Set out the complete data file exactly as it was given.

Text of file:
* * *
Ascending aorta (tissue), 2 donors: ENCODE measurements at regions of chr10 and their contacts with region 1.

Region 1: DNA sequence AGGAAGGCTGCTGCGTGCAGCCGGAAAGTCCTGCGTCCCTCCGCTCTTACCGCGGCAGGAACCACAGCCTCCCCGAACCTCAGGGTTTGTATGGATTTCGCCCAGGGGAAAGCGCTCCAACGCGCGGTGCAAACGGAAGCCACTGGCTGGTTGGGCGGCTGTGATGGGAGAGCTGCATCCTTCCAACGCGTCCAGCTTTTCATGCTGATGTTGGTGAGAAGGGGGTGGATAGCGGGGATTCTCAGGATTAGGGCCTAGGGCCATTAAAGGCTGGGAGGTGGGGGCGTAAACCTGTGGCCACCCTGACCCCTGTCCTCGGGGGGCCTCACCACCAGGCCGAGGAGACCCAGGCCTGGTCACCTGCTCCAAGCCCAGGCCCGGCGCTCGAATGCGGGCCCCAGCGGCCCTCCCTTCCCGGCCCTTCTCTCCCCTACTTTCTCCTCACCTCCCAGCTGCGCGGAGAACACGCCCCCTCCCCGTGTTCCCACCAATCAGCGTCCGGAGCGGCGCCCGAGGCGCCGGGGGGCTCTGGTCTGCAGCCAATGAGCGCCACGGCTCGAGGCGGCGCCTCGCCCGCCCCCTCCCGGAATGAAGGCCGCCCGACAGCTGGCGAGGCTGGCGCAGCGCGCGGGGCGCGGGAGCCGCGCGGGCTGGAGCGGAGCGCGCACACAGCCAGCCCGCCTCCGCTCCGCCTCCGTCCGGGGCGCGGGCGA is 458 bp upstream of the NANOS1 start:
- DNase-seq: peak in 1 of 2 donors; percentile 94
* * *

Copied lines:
Ascending aorta (tissue), 2 donors: ENCODE measurements at regions of chr10 and their contacts with region 1.

Region 1: DNA sequence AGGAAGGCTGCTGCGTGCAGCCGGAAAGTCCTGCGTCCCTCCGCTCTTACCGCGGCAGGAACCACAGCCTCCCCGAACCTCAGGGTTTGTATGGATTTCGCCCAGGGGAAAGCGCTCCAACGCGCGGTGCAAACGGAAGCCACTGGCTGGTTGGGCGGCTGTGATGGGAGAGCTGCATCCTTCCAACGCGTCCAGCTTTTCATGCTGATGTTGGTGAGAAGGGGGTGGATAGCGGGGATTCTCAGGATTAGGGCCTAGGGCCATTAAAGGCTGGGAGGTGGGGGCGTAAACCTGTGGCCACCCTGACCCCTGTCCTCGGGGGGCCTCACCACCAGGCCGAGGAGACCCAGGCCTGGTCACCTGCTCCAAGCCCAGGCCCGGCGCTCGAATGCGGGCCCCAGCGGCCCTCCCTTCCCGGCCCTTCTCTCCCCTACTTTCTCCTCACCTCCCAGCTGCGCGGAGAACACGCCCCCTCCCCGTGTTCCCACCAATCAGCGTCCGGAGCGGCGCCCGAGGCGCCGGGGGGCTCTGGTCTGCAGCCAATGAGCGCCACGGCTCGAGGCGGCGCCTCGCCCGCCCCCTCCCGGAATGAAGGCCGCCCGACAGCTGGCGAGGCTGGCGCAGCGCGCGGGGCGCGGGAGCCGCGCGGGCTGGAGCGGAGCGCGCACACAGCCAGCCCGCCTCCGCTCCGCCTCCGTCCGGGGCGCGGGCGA is 458 bp upstream of the NANOS1 start:
- DNase-seq: peak in 1 of 2 donors; percentile 94